Travel Guide to Canada




Taken together, the three oceans that lap this country’s borders—the Atlantic, Pacific and Arctic—create the longest continuous coastline in the world: one that stretches a whopping 243,042 km (151,019 mi). As if that wasn’t enough to satisfy cruisers’ cravings, Canada is also laced with mighty rivers and punctuated by lakes that can rightly be called “great,” so it is no surprise that this place holds lots of promise for passengers.


Canada’s signature cruise is undoubtedl­y the west coast one that traces the British Columbian shoreline from mid-April through mid-October. Since it covers a hefty portion of the so-called Alaska Route, stunning vistas are guaranteed—indeed few sea-going experience­s can compare with threading the island-studded Inside Passage, where snow-crowned mountains, glacier-carved fjords and abundant marine life vie for attention. Luckily, the ports you visit en route are as appealing as the sights you see from your deck chair.

Take Vancouver. The nation’s busiest home port drew 830,000-odd passengers in 2016 alone, most of them travelling north on big-name boats; however, this vibrant city isn’t just a convenient embarkatio­n point. It delivers a full slate of urban enticement­s —top-rated restaurant­s, theatres and ohso-trendy shops among them—along with easy access to the area’s parks and peaks. Victoria, meanwhile, mixes a “high tea” tradition with high adventure opportunit­ies. If you really want to go wild, eco-oriented outfits like Maple Leaf Adventures, Bluewater Adventures, and Outer Shores Expedition­s all have sailings that include Haida Gwaii, “The Galapagos of the North.”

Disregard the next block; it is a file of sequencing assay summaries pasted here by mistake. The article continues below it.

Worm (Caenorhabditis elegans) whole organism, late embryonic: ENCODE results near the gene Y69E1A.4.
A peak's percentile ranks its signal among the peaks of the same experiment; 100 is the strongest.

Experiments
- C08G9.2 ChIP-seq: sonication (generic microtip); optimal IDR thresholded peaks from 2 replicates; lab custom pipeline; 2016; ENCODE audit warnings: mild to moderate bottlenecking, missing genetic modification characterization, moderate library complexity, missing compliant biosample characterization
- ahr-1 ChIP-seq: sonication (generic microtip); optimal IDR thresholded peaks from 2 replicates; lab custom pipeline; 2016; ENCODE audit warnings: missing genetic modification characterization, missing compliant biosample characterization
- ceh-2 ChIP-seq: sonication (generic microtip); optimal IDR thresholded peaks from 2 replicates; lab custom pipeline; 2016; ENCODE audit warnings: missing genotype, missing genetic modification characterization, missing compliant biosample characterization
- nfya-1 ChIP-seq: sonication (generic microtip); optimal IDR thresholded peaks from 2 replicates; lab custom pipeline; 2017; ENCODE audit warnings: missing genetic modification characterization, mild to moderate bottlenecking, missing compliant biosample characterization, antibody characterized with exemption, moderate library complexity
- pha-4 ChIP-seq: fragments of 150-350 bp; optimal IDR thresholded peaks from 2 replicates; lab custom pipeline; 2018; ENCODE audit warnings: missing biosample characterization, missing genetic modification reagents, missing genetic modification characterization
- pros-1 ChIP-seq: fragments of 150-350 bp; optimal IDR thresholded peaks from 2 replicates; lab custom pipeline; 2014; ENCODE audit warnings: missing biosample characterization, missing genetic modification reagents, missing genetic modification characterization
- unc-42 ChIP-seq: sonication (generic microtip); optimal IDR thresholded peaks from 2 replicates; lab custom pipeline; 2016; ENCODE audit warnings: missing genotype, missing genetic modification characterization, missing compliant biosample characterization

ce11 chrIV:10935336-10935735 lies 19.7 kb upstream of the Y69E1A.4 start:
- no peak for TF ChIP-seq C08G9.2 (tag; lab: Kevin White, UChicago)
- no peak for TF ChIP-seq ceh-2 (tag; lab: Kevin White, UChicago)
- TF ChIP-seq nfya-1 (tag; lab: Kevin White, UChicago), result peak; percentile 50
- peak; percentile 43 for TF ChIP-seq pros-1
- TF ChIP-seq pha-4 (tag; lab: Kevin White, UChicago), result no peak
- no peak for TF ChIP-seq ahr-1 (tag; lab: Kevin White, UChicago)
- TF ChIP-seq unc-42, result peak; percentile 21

On the opposite side of the country, historic communitie­s, towering tides and legendary Maritime hospitalit­y make the Canada/New England Route another classic choice from late April to November. The scenery does not disappoint, especially in autumn when forests blaze with brilliant foliage; nor do the distinctiv­e ports.

Leading the list in passenger traffic is Halifax (coincident­ally, the birthplace of cruise pioneer Samuel Cunard). Notable for its deep harbour and charming waterfront attraction­s, Nova Scotia’s capital received over 238,000 cruisers last year. Charlottet­own (home to Anne of Green Gables and world-class golf ), Saint John and Sydney (gateways to the Bay of Fundy and Cabot Trail, respective­ly) are other top calls.

Specialty sojourns that focus exclusivel­y

on this area—like Adventure Canada’s trip to Sable Island—are increasing­ly available; however, most cruises begin or end in New York or Boston, meaning you can see key ports in as little as four nights. Extended itinerarie­s are offered, too. So boats may veer across open seas to Newfoundla­nd, where ports like St. John’s (a centuries-old city that also features on transatlan­tic trips) and Corner Brook (the launch pad for Gros Morne National Park) extend a warm welcome; or they may head through the Gulf of St. Lawrence and follow the eponymous river.